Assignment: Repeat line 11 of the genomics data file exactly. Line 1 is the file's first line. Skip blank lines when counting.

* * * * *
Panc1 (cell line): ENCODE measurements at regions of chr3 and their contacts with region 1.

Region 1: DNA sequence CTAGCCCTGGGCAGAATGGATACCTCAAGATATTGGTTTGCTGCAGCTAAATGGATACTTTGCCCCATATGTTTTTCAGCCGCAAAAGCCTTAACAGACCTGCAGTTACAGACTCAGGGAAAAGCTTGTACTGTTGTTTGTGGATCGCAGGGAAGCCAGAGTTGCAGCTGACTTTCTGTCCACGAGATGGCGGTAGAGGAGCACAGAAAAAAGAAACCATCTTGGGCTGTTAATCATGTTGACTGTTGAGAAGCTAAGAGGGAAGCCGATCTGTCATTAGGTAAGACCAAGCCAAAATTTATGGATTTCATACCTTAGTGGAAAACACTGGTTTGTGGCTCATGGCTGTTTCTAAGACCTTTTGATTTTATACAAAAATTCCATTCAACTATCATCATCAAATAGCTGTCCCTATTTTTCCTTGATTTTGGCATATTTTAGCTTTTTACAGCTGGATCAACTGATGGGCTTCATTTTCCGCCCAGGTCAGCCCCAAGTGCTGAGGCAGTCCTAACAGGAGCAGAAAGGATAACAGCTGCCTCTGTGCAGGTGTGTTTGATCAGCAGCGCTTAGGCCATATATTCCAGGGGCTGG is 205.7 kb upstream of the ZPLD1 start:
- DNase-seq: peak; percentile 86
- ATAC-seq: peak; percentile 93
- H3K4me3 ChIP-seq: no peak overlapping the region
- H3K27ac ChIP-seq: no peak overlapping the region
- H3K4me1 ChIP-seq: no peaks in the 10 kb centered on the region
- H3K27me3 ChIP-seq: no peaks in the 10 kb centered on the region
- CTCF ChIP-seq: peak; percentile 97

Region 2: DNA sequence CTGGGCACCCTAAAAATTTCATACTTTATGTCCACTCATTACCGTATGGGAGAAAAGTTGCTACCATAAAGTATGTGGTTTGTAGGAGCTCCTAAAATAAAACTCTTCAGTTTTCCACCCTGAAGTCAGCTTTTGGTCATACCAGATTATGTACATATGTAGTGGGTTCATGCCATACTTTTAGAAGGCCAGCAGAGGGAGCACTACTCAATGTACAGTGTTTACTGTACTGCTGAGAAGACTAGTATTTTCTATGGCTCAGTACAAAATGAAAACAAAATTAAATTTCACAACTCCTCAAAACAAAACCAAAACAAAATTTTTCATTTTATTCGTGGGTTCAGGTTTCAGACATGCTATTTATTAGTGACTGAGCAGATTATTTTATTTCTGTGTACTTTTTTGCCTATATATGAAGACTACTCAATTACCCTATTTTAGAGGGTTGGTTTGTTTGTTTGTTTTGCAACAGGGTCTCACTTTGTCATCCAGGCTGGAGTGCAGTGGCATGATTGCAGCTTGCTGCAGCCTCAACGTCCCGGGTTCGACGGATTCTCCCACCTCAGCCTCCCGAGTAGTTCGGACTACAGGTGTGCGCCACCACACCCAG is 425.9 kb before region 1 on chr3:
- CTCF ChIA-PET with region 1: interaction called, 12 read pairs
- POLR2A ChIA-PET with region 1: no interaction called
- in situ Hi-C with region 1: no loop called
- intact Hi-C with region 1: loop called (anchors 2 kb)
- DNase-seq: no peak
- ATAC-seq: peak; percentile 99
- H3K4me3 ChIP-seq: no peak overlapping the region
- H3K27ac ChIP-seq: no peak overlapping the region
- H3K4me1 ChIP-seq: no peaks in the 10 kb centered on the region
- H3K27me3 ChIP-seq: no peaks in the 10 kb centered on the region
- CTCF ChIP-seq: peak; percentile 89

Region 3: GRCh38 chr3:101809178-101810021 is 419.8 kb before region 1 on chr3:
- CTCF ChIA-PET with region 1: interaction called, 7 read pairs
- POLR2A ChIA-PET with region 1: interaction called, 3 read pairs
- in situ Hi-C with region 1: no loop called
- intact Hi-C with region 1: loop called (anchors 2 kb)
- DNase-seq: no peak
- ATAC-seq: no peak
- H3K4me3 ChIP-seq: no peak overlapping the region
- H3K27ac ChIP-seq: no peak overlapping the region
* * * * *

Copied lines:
- CTCF ChIA-PET with region 1: interaction called, 12 read pairs